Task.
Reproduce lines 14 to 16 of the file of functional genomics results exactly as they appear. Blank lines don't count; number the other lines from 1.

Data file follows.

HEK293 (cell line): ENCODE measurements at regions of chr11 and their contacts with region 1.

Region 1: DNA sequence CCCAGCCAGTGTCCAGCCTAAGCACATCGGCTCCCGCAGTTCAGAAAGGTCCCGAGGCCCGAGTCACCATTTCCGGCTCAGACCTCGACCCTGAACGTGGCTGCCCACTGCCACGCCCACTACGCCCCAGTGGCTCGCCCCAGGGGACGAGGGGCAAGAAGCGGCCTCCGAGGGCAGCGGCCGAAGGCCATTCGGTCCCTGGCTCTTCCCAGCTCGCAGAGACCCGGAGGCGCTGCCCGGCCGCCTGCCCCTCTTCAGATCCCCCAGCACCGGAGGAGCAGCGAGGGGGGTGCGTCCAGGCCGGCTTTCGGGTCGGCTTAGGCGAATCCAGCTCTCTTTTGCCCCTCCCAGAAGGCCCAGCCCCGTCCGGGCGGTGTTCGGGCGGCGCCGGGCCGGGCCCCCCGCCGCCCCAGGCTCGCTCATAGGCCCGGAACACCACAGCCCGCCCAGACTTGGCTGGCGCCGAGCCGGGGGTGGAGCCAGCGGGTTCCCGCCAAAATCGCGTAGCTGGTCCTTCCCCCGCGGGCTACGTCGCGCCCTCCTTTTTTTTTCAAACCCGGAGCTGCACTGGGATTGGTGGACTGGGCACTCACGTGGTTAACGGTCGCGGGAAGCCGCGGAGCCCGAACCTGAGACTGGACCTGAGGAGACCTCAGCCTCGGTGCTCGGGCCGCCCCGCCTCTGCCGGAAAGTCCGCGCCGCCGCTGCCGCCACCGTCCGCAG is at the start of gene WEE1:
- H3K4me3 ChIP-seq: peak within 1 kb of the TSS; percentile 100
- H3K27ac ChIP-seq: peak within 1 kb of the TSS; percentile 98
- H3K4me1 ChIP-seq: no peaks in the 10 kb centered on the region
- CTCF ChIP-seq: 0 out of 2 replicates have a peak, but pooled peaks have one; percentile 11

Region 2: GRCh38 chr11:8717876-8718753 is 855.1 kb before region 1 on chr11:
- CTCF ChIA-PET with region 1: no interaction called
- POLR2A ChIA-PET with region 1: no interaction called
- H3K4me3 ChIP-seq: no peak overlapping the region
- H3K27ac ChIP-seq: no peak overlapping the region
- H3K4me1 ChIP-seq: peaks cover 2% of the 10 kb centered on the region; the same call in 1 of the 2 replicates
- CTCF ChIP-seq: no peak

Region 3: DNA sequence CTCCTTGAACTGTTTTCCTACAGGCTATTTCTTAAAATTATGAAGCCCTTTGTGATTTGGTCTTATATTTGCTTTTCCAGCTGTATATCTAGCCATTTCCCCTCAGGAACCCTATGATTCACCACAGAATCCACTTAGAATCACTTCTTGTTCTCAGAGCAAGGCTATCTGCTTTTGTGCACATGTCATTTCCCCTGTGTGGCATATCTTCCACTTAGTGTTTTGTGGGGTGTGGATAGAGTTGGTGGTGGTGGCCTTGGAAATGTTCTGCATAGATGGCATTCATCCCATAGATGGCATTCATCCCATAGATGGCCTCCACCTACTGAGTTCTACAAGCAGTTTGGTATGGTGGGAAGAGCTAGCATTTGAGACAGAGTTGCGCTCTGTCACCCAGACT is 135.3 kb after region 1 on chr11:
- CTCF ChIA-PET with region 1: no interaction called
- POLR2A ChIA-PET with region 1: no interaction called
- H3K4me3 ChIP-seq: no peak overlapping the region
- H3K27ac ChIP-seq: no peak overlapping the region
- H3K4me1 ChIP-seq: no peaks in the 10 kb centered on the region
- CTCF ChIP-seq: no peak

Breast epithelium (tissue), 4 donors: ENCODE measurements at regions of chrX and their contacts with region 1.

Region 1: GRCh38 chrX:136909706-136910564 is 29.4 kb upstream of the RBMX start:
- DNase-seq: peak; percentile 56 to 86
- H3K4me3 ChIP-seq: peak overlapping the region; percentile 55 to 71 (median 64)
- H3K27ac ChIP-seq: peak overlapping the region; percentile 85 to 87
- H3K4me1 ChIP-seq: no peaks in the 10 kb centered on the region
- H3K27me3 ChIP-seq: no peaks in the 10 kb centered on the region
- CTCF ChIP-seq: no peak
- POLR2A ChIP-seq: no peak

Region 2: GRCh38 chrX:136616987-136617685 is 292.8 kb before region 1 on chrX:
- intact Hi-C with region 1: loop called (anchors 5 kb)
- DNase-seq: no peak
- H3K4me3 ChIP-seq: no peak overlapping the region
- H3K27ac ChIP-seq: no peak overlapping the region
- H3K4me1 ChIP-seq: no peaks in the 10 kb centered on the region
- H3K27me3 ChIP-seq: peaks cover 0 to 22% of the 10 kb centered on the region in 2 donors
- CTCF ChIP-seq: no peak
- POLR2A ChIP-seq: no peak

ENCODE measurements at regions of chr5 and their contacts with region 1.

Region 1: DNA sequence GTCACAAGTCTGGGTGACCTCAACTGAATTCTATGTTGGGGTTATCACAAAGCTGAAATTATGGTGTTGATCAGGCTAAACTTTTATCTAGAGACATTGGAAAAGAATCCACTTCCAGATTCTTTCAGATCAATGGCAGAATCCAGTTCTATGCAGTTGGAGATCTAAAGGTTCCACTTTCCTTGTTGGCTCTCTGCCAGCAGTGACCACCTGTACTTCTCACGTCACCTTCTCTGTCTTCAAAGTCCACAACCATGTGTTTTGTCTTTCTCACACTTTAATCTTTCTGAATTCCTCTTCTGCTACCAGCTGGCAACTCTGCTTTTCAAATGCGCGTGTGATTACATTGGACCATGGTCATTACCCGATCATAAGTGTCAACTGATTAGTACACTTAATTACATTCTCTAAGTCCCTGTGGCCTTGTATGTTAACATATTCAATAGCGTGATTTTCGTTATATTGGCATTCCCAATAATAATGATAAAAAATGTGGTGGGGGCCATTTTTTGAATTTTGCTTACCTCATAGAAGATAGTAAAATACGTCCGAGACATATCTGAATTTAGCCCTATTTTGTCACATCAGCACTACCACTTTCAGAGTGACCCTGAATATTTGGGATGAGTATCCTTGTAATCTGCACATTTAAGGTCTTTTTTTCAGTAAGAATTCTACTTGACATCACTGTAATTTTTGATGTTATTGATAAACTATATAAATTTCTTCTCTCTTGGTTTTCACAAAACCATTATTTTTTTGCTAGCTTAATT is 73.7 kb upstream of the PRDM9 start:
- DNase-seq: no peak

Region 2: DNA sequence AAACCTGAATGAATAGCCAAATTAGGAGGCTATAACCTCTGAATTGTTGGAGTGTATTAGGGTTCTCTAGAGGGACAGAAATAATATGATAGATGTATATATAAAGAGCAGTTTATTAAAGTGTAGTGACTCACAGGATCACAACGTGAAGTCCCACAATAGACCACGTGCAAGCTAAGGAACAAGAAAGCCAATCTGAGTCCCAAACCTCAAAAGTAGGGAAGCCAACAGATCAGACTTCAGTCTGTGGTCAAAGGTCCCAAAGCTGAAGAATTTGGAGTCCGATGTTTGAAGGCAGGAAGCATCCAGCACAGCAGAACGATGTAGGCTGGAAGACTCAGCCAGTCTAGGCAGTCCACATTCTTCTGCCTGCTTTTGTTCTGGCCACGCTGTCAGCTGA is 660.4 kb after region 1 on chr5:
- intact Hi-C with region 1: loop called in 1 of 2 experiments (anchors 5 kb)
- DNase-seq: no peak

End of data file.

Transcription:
Region 3: DNA sequence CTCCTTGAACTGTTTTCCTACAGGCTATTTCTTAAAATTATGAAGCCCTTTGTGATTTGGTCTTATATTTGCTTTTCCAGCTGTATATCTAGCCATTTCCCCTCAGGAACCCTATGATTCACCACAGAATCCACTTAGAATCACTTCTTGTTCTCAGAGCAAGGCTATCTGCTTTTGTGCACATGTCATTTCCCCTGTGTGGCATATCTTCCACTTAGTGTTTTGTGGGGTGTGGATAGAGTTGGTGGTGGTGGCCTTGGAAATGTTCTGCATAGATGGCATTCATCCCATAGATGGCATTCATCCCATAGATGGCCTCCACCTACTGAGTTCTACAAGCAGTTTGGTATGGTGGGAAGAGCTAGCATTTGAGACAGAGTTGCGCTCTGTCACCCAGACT is 135.3 kb after region 1 on chr11:
- CTCF ChIA-PET with region 1: no interaction called
- POLR2A ChIA-PET with region 1: no interaction called